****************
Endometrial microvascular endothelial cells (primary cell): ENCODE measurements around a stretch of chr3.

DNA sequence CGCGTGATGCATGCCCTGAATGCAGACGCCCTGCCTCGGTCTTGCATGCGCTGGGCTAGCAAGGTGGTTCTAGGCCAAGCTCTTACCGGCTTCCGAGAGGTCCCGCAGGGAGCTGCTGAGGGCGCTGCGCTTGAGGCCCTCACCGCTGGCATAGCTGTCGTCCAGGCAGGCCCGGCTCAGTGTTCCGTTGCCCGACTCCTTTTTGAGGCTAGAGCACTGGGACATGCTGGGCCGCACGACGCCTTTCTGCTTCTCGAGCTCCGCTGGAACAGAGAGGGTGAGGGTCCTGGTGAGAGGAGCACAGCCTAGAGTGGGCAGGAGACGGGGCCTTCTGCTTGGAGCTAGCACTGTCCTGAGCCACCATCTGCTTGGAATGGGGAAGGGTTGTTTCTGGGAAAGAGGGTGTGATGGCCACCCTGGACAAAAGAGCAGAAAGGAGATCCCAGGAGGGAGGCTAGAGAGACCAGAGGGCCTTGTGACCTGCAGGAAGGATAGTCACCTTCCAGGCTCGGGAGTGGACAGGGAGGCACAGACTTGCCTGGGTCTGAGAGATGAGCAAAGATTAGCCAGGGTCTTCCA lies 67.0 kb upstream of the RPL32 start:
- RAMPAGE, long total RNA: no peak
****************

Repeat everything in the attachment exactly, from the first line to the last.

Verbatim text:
Endometrial microvascular endothelial cells (primary cell): ENCODE measurements around a stretch of chr3.

DNA sequence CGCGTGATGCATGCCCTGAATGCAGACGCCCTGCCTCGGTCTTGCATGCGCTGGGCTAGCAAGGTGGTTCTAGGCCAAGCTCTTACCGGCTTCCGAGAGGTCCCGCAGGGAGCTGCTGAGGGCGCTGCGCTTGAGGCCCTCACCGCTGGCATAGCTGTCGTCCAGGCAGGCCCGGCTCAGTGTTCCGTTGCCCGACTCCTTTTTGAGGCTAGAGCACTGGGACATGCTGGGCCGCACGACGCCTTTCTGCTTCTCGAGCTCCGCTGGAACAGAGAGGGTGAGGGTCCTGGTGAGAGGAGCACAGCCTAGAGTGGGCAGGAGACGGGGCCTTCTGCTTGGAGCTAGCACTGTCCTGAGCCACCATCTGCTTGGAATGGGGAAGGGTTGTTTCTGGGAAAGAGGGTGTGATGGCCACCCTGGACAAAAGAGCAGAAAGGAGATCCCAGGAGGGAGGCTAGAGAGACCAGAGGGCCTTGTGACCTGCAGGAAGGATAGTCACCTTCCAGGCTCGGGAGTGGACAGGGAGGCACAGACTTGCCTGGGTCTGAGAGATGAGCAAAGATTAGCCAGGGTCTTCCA lies 67.0 kb upstream of the RPL32 start:
- RAMPAGE, long total RNA: no peak